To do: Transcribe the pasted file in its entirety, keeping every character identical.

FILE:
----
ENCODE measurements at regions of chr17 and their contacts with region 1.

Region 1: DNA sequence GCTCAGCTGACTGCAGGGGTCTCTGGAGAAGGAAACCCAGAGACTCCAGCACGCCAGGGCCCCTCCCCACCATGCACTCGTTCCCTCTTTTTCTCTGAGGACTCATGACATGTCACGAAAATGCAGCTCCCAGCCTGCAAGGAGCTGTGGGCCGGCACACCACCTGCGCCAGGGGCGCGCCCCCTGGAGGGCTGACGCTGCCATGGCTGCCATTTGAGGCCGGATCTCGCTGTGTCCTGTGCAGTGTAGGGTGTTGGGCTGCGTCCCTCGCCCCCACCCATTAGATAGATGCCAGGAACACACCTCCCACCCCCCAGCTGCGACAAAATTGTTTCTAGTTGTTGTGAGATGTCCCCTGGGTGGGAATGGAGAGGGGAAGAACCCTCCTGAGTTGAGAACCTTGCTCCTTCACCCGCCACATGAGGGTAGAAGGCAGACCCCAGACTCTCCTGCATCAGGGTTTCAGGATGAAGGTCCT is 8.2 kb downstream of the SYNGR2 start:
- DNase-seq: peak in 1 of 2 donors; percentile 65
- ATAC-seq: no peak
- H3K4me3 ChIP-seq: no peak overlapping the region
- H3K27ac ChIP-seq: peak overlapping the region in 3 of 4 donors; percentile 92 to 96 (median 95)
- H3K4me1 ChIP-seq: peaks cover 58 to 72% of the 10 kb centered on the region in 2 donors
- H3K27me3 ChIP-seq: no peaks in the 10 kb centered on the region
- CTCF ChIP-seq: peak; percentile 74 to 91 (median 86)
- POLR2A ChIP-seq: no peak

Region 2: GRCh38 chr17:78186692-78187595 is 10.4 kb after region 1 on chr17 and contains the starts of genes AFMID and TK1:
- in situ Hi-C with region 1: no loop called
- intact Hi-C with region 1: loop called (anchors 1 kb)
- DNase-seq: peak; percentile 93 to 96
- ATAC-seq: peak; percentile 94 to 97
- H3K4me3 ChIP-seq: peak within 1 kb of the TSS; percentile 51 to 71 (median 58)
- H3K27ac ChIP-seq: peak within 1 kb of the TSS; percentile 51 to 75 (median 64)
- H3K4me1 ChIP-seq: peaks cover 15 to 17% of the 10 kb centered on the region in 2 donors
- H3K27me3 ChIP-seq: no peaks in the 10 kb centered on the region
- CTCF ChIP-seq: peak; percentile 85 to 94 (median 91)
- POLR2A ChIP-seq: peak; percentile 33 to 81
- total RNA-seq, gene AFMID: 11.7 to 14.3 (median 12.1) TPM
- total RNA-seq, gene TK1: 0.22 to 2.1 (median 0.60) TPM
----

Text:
ENCODE measurements at regions of chr17 and their contacts with region 1.

Region 1: DNA sequence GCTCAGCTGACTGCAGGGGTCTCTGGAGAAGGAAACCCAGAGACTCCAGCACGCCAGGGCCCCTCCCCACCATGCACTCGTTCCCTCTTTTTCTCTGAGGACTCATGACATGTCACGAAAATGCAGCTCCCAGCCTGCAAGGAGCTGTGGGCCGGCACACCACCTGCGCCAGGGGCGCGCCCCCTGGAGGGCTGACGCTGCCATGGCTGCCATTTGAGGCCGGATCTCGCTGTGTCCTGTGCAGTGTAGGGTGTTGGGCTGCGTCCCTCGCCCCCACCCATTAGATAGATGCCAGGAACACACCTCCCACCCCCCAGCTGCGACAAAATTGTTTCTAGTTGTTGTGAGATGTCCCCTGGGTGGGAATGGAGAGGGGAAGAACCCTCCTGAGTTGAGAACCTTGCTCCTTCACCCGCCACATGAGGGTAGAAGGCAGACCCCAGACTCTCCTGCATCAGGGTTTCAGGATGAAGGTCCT is 8.2 kb downstream of the SYNGR2 start:
- DNase-seq: peak in 1 of 2 donors; percentile 65
- ATAC-seq: no peak
- H3K4me3 ChIP-seq: no peak overlapping the region
- H3K27ac ChIP-seq: peak overlapping the region in 3 of 4 donors; percentile 92 to 96 (median 95)
- H3K4me1 ChIP-seq: peaks cover 58 to 72% of the 10 kb centered on the region in 2 donors
- H3K27me3 ChIP-seq: no peaks in the 10 kb centered on the region
- CTCF ChIP-seq: peak; percentile 74 to 91 (median 86)
- POLR2A ChIP-seq: no peak

Region 2: GRCh38 chr17:78186692-78187595 is 10.4 kb after region 1 on chr17 and contains the starts of genes AFMID and TK1:
- in situ Hi-C with region 1: no loop called
- intact Hi-C with region 1: loop called (anchors 1 kb)
- DNase-seq: peak; percentile 93 to 96
- ATAC-seq: peak; percentile 94 to 97
- H3K4me3 ChIP-seq: peak within 1 kb of the TSS; percentile 51 to 71 (median 58)
- H3K27ac ChIP-seq: peak within 1 kb of the TSS; percentile 51 to 75 (median 64)
- H3K4me1 ChIP-seq: peaks cover 15 to 17% of the 10 kb centered on the region in 2 donors
- H3K27me3 ChIP-seq: no peaks in the 10 kb centered on the region
- CTCF ChIP-seq: peak; percentile 85 to 94 (median 91)
- POLR2A ChIP-seq: peak; percentile 33 to 81
- total RNA-seq, gene AFMID: 11.7 to 14.3 (median 12.1) TPM
- total RNA-seq, gene TK1: 0.22 to 2.1 (median 0.60) TPM